Dealing with ‘problem’ management
Do you sometimes feel as though you have spent your whole day taking care of employee problems? Are you doing everyone else’s work and not getting your own done? If so, your management may be out of control. It doesn’t have to be though, if you learn the art of “problem” management.
As a manager, more often than not, you see it as your duty to take care of everything. When an employee approaches you with a problem, you think it can’t be solved without your involvement. This is not true.
The problem may have been part of your employee’s job, and they may have been perfectly capable of proposing a solution. However, when you step in and take the problem on yourself, you take away the employee’s responsibility that is an expected part of their job. Besides that, you may end up putting the employee in charge of you. If you don’t resolve the problem to their satisfaction, they may start pressuring you to do what is essentially their job. In order to avoid this situation you need to learn the art of “problem” management.
Managers must be careful not to take on other people’s problems. When you do, you are telling your employees that they lack the ability to take care of it themselves, which can destroy employee initiative. It gives employees a feeling of loss of control and they will end up sitting and waiting for you to make all the moves.
Neither your employees nor yourself win when you take care of their problems. You will become a hassled manager and won’t feel good about yourself. Your workers will feel unappreciated and unsatisfied and they will become dependent on you. Thus, controlling the problems of other people results in the ultimate lose-lose situation.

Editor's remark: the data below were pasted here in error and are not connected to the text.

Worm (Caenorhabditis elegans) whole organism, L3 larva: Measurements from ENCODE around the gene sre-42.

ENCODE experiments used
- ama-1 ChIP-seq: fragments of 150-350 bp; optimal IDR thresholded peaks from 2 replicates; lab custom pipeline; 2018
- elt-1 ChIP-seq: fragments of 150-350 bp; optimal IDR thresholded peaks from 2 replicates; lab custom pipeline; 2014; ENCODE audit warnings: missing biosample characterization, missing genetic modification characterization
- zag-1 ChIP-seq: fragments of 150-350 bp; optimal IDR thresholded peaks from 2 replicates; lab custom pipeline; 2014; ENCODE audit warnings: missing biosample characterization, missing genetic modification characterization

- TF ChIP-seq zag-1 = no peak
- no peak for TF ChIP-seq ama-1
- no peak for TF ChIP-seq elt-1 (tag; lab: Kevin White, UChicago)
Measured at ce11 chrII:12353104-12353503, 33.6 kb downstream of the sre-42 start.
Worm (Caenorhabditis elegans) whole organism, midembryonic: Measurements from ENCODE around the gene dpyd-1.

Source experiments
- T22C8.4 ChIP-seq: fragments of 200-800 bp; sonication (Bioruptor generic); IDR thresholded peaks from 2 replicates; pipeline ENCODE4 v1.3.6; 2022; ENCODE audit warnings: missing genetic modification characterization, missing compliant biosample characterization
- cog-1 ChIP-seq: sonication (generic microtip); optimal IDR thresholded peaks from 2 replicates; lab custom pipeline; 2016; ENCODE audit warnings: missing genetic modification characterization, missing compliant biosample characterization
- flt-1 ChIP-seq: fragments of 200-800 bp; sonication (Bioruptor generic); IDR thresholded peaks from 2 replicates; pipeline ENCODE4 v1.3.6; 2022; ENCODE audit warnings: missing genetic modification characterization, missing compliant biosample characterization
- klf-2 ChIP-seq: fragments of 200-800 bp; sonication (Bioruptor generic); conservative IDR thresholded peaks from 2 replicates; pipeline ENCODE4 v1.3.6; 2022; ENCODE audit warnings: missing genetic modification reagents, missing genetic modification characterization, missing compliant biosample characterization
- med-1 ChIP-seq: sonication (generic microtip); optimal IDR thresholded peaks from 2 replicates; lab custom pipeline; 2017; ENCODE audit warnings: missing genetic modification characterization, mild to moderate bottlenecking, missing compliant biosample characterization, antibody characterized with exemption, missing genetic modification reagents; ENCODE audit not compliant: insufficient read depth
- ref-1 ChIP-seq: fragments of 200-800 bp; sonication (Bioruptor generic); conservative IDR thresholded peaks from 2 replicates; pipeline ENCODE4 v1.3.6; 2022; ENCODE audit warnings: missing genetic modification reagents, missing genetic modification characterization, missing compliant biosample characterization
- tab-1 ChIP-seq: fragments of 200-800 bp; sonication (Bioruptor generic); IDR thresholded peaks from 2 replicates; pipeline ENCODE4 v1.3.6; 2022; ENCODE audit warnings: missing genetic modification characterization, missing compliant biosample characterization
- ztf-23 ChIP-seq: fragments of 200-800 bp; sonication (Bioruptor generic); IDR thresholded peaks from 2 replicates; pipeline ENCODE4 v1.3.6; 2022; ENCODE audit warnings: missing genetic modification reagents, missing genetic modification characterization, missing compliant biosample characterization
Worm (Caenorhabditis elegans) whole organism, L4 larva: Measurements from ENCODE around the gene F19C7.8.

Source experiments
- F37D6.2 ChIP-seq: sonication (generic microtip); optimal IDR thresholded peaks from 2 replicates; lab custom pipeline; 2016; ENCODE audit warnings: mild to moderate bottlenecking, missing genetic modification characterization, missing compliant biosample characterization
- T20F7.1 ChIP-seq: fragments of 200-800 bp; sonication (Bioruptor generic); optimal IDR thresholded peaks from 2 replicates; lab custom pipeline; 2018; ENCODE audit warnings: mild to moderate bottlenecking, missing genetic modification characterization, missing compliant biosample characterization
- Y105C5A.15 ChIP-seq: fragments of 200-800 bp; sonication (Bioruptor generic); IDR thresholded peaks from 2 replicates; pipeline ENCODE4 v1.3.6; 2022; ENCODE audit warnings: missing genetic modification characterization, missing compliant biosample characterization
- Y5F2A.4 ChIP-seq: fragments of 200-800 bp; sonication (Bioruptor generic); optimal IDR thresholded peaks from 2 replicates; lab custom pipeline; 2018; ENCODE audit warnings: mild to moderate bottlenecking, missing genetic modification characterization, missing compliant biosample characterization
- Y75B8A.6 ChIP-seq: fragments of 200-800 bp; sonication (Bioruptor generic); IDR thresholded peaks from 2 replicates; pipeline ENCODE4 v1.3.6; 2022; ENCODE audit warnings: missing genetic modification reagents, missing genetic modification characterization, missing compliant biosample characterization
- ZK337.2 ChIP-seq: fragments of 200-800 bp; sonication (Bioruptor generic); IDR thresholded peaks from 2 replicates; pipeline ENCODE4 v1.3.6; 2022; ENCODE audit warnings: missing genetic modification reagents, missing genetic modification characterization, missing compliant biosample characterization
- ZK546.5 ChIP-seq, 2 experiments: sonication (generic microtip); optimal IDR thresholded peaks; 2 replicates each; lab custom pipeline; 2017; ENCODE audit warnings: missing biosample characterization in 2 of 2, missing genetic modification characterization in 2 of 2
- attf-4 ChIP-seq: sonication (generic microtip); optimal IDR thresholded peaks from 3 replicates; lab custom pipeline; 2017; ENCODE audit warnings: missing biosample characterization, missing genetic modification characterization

Here are three steps you can take to keep the problems of others off your back and out of your office.
- Discuss the problem. Don’t ignore your employees. Listen to them and let them know you understand. Then place the problem back where it belongs – with them.
- Empower your employees. Empower them with the ability to deal with their problems. Employees need to know exactly what measures they can or cannot use to solve them. Don’t tell your employees to solve their problems and then restrict them.
- Check on the situation. Don’t hang over your employees while they work through the problem. Make sure the issue has been handled, and then show your concern with a positive follow-up.
If you use these steps in problem solving you will have begun the process of solving your “problem” management. You will stop viewing your employees as sources of problems and will see them as major solutions instead.